Correspondence | Published:

Interrogation: hard for psychologists to act as whistleblowers

Nature volume 459, page 1052 (25 June 2009) | Download Citation

Subjects

Sir

I was disappointed in your Editorial 'Responsible interrogation' (Nature 459, 300; 2009). You accept the role of psychologists in secret interrogations because they can supposedly act as whistleblowers against inhumane treatment. But your argument ignores nearly fifty years of psychology research, beginning with the classic work of Stanley Milgram (see, for example, J. Abnorm. Soc. Psychol. 67, 371–378; 1963), showing that isolated individuals — including, yes, even psychologists — are notoriously poor at resisting pressure from authorities to act in abusive ways.

The position you take is naive, and in adopting it you allow yourself to be 'played' by those elements in the government and the military who are most willing to commit extreme violations of human rights.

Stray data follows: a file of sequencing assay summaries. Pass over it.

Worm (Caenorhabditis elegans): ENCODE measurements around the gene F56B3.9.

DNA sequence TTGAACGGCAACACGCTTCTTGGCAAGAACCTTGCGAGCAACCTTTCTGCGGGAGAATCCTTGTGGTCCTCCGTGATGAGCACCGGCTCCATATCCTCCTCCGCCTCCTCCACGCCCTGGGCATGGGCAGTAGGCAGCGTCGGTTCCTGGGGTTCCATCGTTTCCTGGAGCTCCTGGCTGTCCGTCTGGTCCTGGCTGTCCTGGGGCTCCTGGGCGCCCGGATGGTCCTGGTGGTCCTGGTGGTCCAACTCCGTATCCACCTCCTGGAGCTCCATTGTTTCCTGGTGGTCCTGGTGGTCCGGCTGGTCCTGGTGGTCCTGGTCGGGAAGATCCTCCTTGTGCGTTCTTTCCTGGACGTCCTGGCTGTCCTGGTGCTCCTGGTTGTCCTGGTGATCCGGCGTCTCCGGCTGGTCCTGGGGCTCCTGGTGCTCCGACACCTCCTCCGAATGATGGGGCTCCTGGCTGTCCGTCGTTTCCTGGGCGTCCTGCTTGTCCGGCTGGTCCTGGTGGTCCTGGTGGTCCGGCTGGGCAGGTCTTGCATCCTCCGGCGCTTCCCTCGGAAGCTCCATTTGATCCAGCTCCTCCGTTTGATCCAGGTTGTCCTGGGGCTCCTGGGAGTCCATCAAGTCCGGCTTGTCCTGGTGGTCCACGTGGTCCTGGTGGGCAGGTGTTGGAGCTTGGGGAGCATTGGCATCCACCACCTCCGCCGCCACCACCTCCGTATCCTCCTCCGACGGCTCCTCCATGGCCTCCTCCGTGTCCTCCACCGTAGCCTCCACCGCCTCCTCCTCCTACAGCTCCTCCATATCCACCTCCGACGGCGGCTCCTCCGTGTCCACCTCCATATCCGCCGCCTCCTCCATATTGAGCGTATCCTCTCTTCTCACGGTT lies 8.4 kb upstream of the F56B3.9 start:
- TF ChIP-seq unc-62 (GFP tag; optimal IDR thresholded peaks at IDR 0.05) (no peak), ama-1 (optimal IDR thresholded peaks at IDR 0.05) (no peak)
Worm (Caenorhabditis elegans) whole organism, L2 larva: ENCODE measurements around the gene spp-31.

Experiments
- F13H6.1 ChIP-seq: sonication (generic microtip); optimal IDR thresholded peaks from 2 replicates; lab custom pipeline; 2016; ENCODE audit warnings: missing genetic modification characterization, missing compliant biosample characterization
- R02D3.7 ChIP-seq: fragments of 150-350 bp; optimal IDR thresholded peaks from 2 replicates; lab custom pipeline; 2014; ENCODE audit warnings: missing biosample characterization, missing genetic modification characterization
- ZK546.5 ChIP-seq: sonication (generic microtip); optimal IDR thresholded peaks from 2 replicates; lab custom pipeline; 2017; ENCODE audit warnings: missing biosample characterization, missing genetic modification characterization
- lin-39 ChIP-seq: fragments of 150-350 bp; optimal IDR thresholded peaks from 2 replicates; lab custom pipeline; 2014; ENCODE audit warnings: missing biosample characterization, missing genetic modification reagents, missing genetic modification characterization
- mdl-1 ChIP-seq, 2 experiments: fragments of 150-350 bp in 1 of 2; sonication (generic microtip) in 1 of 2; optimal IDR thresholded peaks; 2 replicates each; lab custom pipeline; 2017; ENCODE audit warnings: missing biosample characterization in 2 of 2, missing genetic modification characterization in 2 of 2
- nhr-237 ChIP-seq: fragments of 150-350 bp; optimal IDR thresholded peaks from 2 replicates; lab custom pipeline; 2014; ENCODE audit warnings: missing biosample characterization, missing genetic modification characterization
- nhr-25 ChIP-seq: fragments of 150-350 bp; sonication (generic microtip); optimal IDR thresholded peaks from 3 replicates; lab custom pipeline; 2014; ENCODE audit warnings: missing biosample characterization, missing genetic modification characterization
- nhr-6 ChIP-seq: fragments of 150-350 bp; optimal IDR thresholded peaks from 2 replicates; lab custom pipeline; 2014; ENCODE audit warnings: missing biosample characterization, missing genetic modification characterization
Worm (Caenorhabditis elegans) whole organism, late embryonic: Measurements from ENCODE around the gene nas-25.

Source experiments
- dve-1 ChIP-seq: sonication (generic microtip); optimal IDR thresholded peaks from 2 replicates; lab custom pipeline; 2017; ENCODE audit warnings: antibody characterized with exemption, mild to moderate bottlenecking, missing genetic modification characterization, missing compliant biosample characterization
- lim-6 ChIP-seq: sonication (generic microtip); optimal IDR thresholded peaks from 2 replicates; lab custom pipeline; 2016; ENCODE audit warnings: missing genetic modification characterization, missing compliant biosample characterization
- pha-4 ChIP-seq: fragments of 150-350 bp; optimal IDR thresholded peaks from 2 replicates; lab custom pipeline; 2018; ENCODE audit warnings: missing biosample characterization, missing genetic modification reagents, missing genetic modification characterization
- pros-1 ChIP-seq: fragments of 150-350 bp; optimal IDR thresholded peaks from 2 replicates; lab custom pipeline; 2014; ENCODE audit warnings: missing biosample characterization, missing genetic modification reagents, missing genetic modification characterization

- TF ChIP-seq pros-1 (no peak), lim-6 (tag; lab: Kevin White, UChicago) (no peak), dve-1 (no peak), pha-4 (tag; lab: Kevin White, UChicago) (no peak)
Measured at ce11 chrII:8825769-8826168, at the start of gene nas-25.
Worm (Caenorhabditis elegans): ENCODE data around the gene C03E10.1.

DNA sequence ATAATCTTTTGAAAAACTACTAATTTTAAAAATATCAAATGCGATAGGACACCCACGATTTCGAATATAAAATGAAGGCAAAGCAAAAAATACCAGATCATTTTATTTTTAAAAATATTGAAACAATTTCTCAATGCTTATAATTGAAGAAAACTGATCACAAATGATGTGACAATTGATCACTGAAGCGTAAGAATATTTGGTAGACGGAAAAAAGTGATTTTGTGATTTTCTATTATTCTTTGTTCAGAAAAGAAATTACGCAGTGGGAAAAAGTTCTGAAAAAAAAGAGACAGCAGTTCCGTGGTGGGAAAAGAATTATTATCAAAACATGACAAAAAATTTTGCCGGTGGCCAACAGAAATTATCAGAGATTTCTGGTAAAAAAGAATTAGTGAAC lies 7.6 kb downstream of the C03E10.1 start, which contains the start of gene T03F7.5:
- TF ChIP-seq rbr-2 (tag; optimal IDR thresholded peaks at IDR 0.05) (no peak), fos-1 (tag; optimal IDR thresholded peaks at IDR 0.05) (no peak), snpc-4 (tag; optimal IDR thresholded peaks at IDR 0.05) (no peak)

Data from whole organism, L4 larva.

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  1. Department of Psychology, Earlham College, 801 National Road West, Richmond, Indiana 47374, USA  jacksmi@earlham.edu

    • Michael R. Jackson

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https://doi.org/10.1038/4591052a

See also Interrogation: our professional body forbids involvement.

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